A fatal accident inquiry is a Scottish judicial process which investigates and determines the circumstances of some deaths occurring in Scotland. Until 2009, they did not apply to any deaths occurring in other jurisdictions, when the Coroners and Justice Act 2009 extended the Fatal Accidents and Sudden Deaths Inquiry (Scotland) Act 1976 to service personnel at the discretion of the Chief Coroner or the Secretary of State. The equivalent process in England and Wales is an inquest. A major review of the fatal accident inquiries was undertaken by Lord Cullen of Whitekirk, at the request of the Scottish Government, which resulted in the passing of the Inquiries into Fatal Accidents and Sudden Deaths etc. (Scotland) Act 2016.
Fatal accident inquiries were introduced into Scots Law by the Fatal Accidents Inquiry (Scotland) Act 1895, before which time the circumstances of a death which required examination were determined by a procurator fiscal. Since then, the procurator fiscal now deals with the investigation and initiation of such inquiries. The applicable legislation is the Fatal Accidents and Sudden Deaths Inquiry (Scotland) Act 1976 and Inquiries into Fatal Accidents and Sudden Deaths etc. (Scotland) Act 2016, and the law provides for inquiries to be held on a mandatory basis for some deaths and on a discretionary basis for others.
Previously, a fatal accident inquiry only dealt with deaths that occurred in Scotland, whereas in England and Wales a Coroner will deal with the investigation of a death where the body lies within their district irrespective of where the death actually occurred. This led to some distress being caused to the families of service personnel who had been killed abroad but whose bodies have been returned through or to England at the insistence of the Ministry of Defence and in consequence their funerals have been delayed.
The inquiries process was reviewed by Lord Cullen of Whitekirk for the Scottish Government in 2008, following which the Scottish Government consulted on proposals in 2014. The Inquiries into Fatal Accidents and Sudden Deaths etc. (Scotland) Act 2016 was passed by the Scottish Parliament on 10 December 2015, and replaced the 1976 act when it came into force in June 2017.
A person cannot be buried or cremated in Scotland unless a medical practitioner has issued a death certificate (and the associated certificate of registration of death, known as a form 14, has been issued), and doctors are mandated to report certain sudden, suspicious, accidental, or unexplained deaths to the procurator fiscal, and the report will be received by the Scottish Fatalities Investigation Unit, part of the Crown Office and Procurator Fiscal Service. The procurator fiscal can require a Police investigation, and where mandated by statute, or otherwise at their discretion, the procurator fiscal can hold a fatal accident inquiry.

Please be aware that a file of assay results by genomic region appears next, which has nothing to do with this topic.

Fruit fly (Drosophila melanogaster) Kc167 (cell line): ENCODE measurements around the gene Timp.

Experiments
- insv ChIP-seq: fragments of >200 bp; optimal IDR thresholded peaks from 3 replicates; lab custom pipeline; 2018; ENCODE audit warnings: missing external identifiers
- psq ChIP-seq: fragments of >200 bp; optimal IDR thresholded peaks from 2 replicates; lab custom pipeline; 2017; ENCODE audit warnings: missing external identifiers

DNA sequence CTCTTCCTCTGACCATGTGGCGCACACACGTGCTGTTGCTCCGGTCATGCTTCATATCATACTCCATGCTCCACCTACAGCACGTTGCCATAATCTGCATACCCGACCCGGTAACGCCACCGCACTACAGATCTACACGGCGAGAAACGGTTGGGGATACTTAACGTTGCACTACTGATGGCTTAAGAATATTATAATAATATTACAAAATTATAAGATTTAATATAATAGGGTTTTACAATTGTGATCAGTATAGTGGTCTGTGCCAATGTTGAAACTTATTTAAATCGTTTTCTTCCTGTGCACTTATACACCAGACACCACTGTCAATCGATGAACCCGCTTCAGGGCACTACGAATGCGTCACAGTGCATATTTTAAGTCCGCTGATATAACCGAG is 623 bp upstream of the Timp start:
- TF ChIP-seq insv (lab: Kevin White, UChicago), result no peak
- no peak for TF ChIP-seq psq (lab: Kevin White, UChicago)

Where the death appears to be due to a criminal act, the procurator fiscal will initiate investigations by the police, or other appropriate public authorities, to enable the identification of suspects and associated evidence to enable them to prosecute the case in the Sheriff Court, or for an Advocate Depute to prosecute in the High Court of Justiciary.
A fatal accident inquiry is mandated by the 2016 Act if the death occurred while the deceased was in lawful custody or whilst they were at work. Other inquiries may be held where the procurator fiscal decides it is "expedient in the public interest". The Lord Advocate has the discretion not to hold an inquiry (including a mandatory inquiry) where the circumstances of the death have been adequately established in criminal proceedings.
A fatal accident inquiry will take place before a Sheriff (judge) in a Sheriff court; there is no jury. Proceedings are inquisitorial, as opposed to adversarial. Evidence is presented by the procurator fiscal in the public interest, and other parties may be represented. Parties can choose representation by Advocate (counsel) or solicitor, or may appear in person.
A fatal accident inquiry does not need to take place in the sheriffdom where the death occurred, and will take place in whichever sheriffdom the Lord Advocate determines. Although the Lord Advocate must consult the Scottish Courts and Tribunals Service before making a determination. A sheriff may make an order to transfer the inquiry subject to another sherrifdom, subject the approval of the relevant sheriffs principal.
Section 6 of the 1976 Act the Sheriff is required to produce a determination. In drafting a determination the Sheriff is required to consider five distinct areas:
The 1976 act does not cover deaths that occur overseas. In the past few months, I have highlighted the unacceptable situation whereby grieving families must cope with significant delays as well as long journeys to attend coroners' inquests in the south of England, where the bodies of their loved ones have been repatriated.
The Government has asked the right hon Lord Cullen of Whitekirk, former Lord President of the Court of Session, to carry out the review on its behalf, with a view to reporting to the Lord Advocate and the Cabinet Secretary for Justice within one year of the start of the review with conclusions and recommendations.
The inquiry principles 2.2.--(1) An inquiry is inquisitorial not adversarial.